Never Say Never: Why Justin Bieber is the perfect marketing example for startups

A year or so ago noone knew who this guy was. How did a 14 year old from a small town in Canada become a massive global brand in only a few years? I finally gave in a few weeks ago and watched his movie, Never Say Never. I have to say, I was impressed.

Then I got to thinking about the similarities between building a celebrity brand and building a startup. They both start from nowhere and there are a ton of challenges to face. There will always be people who say it can’t be done and it will never work. The truth is this stuff doesn’t happen overnight and every company that is successful has had to dig in and make it happen for themselves. There are a few things that Bieber did that if startups were doing they would see a lot more success.

Even at 14 years old, Bieber knew that uploading videos of his songs to YouTube was a way to get them into the outside world, to build a fanbase, and get discovered. Fast forward two years, and now the 16-year old has since received over 15 awards for his music, released 13 singles, been nomi­nated for a Best New Artist Grammy Award and performed in Madison Square Garden. His videos now have over 1.7 Billion views on YouTube. He has 30 million fans on Facebook (and growing by 70,000 fans a day), and 10.5 million followers on Twitter.

Sure, it helps to have Usher on your side, and you might say that Bieber is an exaggerated case study but the messages are clear; not only this a story about talent (or in the case of a startup, a great idea), but it is about the power of social media, pure hard work, an unbelievable will to win and a ‘do whatever it takes’ attitude.

Lessons that can be applied to startups:
Your audience dictates your success, not other people. Once you build a strong audience it becomes impossible for industry influencers to ignore you.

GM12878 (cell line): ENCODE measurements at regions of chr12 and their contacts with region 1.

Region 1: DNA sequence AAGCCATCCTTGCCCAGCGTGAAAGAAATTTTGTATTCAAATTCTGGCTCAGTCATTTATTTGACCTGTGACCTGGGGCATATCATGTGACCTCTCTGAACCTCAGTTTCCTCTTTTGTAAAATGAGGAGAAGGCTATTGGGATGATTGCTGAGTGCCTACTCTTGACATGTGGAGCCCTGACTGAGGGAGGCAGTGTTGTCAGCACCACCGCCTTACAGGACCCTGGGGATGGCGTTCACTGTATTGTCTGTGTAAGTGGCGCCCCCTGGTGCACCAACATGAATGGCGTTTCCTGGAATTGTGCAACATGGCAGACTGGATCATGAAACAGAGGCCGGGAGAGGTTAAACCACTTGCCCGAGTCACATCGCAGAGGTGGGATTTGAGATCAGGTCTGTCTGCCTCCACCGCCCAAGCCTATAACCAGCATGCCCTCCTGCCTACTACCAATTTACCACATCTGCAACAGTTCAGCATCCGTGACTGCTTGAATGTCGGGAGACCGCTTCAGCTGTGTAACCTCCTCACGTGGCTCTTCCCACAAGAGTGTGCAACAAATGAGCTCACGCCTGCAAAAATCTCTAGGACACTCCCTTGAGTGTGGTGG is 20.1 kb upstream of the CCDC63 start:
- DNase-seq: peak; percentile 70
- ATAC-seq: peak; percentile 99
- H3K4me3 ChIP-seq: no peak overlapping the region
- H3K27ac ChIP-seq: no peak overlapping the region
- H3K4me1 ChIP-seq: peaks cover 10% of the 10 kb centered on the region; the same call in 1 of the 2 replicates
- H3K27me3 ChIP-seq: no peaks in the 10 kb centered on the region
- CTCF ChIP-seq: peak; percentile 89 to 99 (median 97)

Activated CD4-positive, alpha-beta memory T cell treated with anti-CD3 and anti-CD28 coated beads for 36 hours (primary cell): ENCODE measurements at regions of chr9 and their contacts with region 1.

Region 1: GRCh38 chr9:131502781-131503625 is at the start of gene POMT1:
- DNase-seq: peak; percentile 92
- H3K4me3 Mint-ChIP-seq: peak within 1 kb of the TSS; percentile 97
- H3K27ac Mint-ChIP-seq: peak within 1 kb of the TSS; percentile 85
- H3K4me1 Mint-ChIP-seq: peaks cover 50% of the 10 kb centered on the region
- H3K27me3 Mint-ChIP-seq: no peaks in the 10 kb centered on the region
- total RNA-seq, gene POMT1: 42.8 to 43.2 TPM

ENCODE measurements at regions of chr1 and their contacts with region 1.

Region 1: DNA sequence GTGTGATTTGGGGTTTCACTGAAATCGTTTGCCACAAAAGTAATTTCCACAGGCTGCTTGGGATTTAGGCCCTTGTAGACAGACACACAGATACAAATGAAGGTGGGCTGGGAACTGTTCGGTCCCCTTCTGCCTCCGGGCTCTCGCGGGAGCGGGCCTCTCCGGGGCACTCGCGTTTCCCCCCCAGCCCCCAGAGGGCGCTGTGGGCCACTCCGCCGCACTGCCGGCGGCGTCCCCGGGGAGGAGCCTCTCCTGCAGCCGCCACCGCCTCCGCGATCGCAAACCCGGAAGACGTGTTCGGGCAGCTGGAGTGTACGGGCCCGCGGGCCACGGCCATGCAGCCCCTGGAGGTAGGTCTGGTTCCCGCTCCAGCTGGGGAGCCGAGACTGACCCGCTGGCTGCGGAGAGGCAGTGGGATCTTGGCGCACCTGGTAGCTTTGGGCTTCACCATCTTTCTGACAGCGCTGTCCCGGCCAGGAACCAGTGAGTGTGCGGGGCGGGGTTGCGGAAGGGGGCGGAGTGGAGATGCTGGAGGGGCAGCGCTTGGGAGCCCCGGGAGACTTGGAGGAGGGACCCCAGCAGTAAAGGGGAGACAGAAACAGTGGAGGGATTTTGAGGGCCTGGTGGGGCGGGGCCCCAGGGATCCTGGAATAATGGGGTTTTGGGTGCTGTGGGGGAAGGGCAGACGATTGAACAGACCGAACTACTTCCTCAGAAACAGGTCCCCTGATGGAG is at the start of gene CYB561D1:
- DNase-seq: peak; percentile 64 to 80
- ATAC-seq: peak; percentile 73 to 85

Heavy reliance on social media. YouTube, Twitter and Facebook are all tools to build your fanbase and allows you to build a 1:1 relationship with each fan. Done well, this will be the most important marketing tactic you have.
Be a real brand. Be authentic, show your ups and downs, give people the inside scoop to develop a deeper relationship with your brand. This is a relationship and you need to communicate. Even in the tough times you can build character and people will love you for it.
Don’t just be an online brand. People need to see you in other places. They will react to the opportunity to have a deeper relationship with your brand. (i.e. Bieber’s mall appearances)
Caring and behind honest. From responding to tweets, to giving fans surprise tickets and seat upgrades, Bieber showed us how to build buzz. What might seem like small gestures that are so easy to do, these meant a lot to fans and ended up getting magnified through social media.
Get a great team around you that really cares and shares your vision. This is one of the main keys to Bieber’s success.
Start by cultivating a small, loyal fanbase and using them to tell your story. The quality of your audience/fans is way more important than how many you have. Know your audience and be targeted. The quantity will come if you do this right. (Bieber is completely focused on the teenage girl segment and understands what they want)
Take advantage of every PR opportunity. No PR opportunity is too small. To combat the disbelievers and radio DJs that refused to play his music, Bieber was on the road all the time, performing at radio morning shows, event in the smallest of towns….and of course, tweeting about everything you’re doing really helps. The city by city, small town PR approach actually does work.
Set a big goal and aim for the top. An idea without goals or plan is just a dream. You need to set big goals and work towards them. (Bieber’s goal was to sell out Madison Square Garden, which he did in 22 minutes)
An intense will to win. Be prepared to work 24/7..even when you’re sick.
Align yourself with other superstar brands
Attitude that anything is possible: Never say never

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